Researchers behind a new study say their findings bring us closer to realizing the promise of personalized immunotherapy – the ability to rapidly produce a vaccine that trains a patient’s immune system to destroy tumors and leave healthy tissue intact.

The core idea of immunotherapy – priming immune cells to recognize and attack tumors – has been proven numerous times in petri dishes. But unfortunately, the principles established in the lab are failing to translate into successful attacks on real tumors.

Now, a new study led by the biopharmaceutical research institute TRON in Mainz, Germany, successfully confronts two key challenges in translating theory into practice, bringing closer the creation of “vaccines on demand” matched to individual patients’ cancers.

Prof. Ugur Sahin, study senior author, doctor of medicine and managing director of TRON, notes that it has long been known that each tumor has its own configuration of cancer-specific mutations – termed the “mutanome.”

The first challenge he and his colleagues confront in their study concerns how to produce a template of a tumor type from its mutanome that can be fine-tuned to incorporate variants that are specific to a particular patient’s tumor.

Within this challenge lies the need to ensure the template contains mutations that are known to trigger immune responses. This is the “vaccine” part.

The second challenge the team confronts in their study is how to fine-tune the template for a specific patient fast enough that it can be used before the tumor has advanced and developed. This is the “on demand” part.

Spanning these two challenges is the poignant reality of cancer – it progresses. Like other cancer therapies, cancer immunotherapy is a race against time.

In their study, the team showed how their solutions to these two challenges caused tumors not only to regress, but in some cases disappear completely – in mice.

Sequencing techniques identified the genetic fingerprints of three types of tumor

To address the first challenge, the team sought mutations in tissue samples from three different types of tumor: skin cancer, colon cancer and breast cancer, and they used sequencing techniques to identify their genetic fingerprints.

Their goal was to find – among the many different mutations in each type of cancer – the ones most likely to be recognized by the immune system.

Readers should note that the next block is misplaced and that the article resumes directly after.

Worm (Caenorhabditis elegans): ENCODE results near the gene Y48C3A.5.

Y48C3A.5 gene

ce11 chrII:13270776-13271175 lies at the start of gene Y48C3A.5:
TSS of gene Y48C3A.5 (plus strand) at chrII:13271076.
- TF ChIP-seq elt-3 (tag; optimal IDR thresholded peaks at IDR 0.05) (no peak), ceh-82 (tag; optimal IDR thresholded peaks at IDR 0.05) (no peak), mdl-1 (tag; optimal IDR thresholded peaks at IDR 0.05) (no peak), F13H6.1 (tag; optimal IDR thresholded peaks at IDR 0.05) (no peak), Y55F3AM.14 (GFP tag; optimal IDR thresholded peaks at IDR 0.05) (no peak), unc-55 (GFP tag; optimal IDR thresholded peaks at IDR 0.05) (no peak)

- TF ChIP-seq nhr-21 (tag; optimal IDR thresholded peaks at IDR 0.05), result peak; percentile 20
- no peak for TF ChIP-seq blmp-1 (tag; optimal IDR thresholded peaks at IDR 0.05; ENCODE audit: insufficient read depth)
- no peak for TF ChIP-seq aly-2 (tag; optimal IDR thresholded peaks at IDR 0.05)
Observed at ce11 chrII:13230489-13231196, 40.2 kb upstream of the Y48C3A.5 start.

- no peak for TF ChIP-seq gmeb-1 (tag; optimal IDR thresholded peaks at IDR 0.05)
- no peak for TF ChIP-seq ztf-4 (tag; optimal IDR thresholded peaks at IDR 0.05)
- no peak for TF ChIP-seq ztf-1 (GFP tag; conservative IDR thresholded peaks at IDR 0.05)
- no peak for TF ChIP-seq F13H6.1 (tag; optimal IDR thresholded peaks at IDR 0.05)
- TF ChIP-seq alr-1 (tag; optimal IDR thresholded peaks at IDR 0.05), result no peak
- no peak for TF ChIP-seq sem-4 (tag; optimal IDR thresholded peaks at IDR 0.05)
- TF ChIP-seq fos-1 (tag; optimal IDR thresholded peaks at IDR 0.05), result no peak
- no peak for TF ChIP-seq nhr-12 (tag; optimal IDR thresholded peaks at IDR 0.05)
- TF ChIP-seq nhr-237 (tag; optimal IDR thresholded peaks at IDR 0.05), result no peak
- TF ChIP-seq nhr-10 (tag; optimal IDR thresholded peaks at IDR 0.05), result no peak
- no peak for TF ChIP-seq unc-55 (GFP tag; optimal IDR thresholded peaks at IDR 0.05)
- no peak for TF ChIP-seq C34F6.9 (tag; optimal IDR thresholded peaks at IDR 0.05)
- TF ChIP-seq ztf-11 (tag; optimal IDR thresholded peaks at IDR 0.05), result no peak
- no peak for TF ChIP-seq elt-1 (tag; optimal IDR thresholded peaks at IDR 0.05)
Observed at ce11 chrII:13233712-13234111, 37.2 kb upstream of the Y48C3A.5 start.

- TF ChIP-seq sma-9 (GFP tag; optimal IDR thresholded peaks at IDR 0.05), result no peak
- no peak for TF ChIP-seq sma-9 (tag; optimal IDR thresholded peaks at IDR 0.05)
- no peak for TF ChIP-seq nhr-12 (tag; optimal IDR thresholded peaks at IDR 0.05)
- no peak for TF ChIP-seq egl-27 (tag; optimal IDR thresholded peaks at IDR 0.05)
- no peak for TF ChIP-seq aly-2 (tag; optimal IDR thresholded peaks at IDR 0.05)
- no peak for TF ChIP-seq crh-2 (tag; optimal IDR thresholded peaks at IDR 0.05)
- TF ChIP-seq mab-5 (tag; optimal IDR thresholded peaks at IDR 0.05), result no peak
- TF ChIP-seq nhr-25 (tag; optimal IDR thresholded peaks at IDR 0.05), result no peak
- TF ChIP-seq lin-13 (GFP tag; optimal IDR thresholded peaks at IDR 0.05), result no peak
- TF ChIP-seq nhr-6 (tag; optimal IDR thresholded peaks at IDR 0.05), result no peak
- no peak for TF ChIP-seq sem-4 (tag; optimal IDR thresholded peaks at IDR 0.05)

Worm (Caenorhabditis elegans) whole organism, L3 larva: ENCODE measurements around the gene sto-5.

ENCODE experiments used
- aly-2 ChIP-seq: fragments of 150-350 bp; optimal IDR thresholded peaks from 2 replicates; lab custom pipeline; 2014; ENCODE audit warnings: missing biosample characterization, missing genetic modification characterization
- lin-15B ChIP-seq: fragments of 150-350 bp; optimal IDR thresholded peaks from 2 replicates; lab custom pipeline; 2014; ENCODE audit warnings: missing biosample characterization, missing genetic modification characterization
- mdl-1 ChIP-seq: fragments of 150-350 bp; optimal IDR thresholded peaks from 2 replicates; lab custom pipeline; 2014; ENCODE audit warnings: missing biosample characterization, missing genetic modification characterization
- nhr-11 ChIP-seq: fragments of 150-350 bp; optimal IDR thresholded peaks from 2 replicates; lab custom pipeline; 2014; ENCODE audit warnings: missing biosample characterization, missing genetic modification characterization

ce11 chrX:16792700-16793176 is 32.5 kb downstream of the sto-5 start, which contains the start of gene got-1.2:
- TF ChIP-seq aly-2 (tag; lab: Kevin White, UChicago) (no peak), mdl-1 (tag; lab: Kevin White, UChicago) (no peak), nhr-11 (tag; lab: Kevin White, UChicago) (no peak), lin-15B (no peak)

Through their efforts, the team established for the first time that up to 20% of all the mutations in a tumor have the potential to trigger an immune response.

Prof. Sahin, a translational researcher who has pioneered the use of immunology and bioinformatics in finding cancer targets, says an important reason for their success was keeping an open mind about which particular types of immune cells might be involved, as he explains:

“Because, surprisingly, the majority of tumor mutations are not detected by the usual suspects, the natural killer cells, but rather by so-called helper cells. Such a high proportion of relevant mutations, in turn, is important for the broad applicability of the approach, because many tumor types thus have sufficient points of attack and appear to be treatable in principle.”

At this stage, the researchers had a template of mutations to search for in specific, individual patients’ cancers. This work completes the first challenge. The second challenge was about fine-tuning the template.

Algorithm fine-tunes template to prime immune system against individual tumor

To surmount the second challenge, the researchers found a way to use the template and a bioinformatic algorithm to quickly identify – from a patient sample of a tumor – the unique fingerprint of sufficient mutations to put in a vaccine so it trains the immune system to target the specific tumor.

“Once the relevant mutations have been identified, we can use this information to create a customized medication without excessive effort,” Prof. Sahin notes.

As already mentioned, speed is of the essence. So a crucial decision is what is the minimum number of mutations to focus on to get an effective vaccine.

The researchers decided ten mutations that attack different points on the tumor and minimize the risk of developing resistance were sufficient. They also used messenger RNA (mRNA) to carry the mutations – mRNAs do not hang around after they have trained the immune cells to target the tumor.

Using mice, the researchers showed that confronting the two challenges to creating a “vaccine on demand” resulted in effective regression and elimination of tumors.

In a final phase of the study, the researchers showed they could apply the approach to human tumors, successfully matching the types and the incidences of the mutations that are relevant to generating an effective immune response.

The next step is to use these approaches to complete the translation from “bench to bedside.”

The team plans to test their findings in an international clinical study of malignant melanoma and also in other clinical trials.

Meanwhile, Medical News Today recently reported how another study led by the Karolinska Institutet in Sweden showed cancer cells disguise themselves as immune cells to spread via the lymphatic system.

Writing in the journal Oncogene, the researchers explain how an inflammation protein called TGF-beta gives surface receptors normally sported by white blood cells to cancer cells, allowing them to guise themselves partially as immune cells.


Culled from Medicalnewstoday